Witch. That is not in my province; but if thou Wilt swear obedience to my will, and do

My bidding, it may help thee to thy wishes.

Man. I will not swear-Obey! and whom? the spirits Whose presence I command, and be the slave

Of those who served me-Never!


Is this all?

Hast thou no gentler answer?-Yet bethink thee,
And pause ere thou rejectest.


I have said it.

Witch. Enough !—I may retire then—say !


Retire !

[The WITCH disappears. Man. (alone). We are the fools of time and terror: Days Steal on us and steal from us;

yet we live, Loathing our life, and dreading still to die.

In all the days of this detested yoke—

This vital weight upon the struggling heart,
Which sinks with sorrow, or beats quick with pain,
Or joy that ends in agony or faintness-

In all the days of past and future, for

In life there is no present, we can number
How few-how less than few-wherein the soul
Forbears to pant for death, and yet draws back
As from a stream in winter, though the chill
Be but a moment's. I have one resource
Still in my science-I can call the dead,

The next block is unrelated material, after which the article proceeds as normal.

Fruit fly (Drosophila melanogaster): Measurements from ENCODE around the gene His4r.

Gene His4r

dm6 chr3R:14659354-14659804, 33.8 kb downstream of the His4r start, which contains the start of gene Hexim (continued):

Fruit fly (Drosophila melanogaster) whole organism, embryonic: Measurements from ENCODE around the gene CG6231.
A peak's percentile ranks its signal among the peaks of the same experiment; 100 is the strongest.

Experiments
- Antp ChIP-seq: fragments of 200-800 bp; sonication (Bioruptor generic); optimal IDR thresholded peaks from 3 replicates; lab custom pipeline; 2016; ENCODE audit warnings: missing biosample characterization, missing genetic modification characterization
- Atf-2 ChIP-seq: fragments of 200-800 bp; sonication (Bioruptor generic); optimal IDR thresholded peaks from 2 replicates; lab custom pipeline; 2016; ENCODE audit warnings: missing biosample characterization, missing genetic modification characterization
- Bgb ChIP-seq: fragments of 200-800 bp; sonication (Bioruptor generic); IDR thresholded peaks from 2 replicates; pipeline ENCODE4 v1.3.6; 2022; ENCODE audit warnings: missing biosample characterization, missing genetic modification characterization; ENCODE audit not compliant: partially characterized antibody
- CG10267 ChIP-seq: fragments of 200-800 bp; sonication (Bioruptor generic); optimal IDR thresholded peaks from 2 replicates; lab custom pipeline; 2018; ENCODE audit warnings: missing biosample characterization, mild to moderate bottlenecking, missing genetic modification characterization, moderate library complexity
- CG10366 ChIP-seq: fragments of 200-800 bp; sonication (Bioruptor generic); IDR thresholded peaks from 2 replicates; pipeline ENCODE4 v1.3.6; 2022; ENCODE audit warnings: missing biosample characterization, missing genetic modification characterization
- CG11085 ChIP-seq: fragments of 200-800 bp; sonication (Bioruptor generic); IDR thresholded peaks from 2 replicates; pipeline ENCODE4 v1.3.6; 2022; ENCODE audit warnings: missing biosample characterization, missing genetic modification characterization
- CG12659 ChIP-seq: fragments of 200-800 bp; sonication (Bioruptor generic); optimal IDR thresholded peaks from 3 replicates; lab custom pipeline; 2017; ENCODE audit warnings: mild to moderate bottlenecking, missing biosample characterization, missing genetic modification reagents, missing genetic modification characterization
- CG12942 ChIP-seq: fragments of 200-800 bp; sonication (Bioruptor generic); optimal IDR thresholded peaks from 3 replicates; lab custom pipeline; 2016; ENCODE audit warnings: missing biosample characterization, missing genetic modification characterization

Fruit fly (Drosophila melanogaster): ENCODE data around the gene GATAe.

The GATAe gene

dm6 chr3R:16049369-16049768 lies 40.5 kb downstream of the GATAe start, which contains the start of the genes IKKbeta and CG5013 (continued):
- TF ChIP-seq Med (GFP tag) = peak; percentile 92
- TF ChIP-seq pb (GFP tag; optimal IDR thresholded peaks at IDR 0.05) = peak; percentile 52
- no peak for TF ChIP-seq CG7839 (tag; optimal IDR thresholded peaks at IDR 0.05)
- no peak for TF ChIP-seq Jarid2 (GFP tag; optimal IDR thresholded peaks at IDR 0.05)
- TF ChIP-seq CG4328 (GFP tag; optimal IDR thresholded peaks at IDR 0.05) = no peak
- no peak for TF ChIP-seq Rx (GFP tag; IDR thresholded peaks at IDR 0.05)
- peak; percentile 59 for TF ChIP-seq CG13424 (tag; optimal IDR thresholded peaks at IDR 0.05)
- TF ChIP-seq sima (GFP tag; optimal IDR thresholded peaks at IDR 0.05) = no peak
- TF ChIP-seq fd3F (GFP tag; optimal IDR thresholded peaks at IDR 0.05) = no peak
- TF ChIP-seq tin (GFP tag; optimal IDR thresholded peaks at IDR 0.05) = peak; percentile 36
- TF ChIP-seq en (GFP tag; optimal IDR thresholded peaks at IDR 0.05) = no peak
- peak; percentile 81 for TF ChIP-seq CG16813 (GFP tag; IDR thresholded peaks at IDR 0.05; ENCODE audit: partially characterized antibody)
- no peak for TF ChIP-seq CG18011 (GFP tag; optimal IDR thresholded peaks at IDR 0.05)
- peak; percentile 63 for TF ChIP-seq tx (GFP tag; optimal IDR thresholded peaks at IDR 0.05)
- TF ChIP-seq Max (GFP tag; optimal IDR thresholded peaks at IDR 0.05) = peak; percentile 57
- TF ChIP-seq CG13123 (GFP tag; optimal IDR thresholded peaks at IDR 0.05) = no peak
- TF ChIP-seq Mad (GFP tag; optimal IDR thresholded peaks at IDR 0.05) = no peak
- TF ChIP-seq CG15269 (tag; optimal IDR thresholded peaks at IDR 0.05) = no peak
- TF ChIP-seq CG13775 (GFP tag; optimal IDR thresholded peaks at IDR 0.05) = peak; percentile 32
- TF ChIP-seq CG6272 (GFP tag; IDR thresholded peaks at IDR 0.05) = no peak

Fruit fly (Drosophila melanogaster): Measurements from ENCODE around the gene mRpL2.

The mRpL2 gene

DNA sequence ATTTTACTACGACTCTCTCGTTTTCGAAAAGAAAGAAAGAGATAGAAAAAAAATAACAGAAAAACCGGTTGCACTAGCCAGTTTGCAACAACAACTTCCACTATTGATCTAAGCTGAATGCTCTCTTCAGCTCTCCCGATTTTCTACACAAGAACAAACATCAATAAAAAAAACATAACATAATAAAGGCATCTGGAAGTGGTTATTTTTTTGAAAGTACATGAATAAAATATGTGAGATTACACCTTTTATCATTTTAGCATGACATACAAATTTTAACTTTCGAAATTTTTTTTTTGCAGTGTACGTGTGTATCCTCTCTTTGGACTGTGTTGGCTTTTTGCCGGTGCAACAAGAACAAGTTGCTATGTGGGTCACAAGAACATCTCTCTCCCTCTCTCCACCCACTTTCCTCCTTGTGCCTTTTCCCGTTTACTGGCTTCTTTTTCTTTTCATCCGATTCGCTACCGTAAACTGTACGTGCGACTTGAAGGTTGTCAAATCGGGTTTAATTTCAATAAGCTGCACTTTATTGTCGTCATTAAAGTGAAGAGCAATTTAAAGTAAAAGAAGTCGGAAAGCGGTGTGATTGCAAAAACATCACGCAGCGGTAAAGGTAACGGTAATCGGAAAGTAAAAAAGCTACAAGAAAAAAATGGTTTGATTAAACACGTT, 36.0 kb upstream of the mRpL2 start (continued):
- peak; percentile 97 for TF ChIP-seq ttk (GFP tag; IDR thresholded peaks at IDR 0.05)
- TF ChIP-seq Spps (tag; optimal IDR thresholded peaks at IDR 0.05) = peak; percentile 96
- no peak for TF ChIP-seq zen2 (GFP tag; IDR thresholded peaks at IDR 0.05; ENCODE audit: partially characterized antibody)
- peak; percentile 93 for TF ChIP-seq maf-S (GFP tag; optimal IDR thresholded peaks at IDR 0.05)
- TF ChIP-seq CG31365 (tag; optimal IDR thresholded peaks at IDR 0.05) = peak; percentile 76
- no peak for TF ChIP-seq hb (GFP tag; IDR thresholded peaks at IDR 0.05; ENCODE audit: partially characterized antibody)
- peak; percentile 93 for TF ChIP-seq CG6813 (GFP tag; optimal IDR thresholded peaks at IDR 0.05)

And ask them what it is we dread to be:
The sternest answer can but be the Grave,

And that is nothing ;-if they answer not-
The buried Prophet answered to the Hag
Of Endor; and the Spartan Monarch drew
From the Byzantine maid's unsleeping spirit
An answer and his destiny--he slew
That which he loved, unknowing what he slew,
And died unpardon'd—though he call'd in aid
The Phyxian Jove, and in Phigalia roused
The Arcadian Evocators to compel
The indignant shadow to depose her wrath,
Or fix her term of vengeance-she replied
In words of dubious import, but fulfill'd.
If I had never lived, that which I love
Had still been living; had I never loved,
That which I love would still be beautiful-
Happy and giving happiness. What is she?
What is she now ?—a sufferer for my sins-
A thing I dare not think upon--or nothing.
Within few hours I shall not call in vain-
Yet in this hour I dread the thing I dare:
Until this hour I never shrunk to gaze

On spirit, good or evil-now I tremble,

And feel a strange cold thaw upon my heart.
But I can act even what I most abhor,

And champion human fears.—The night approaches.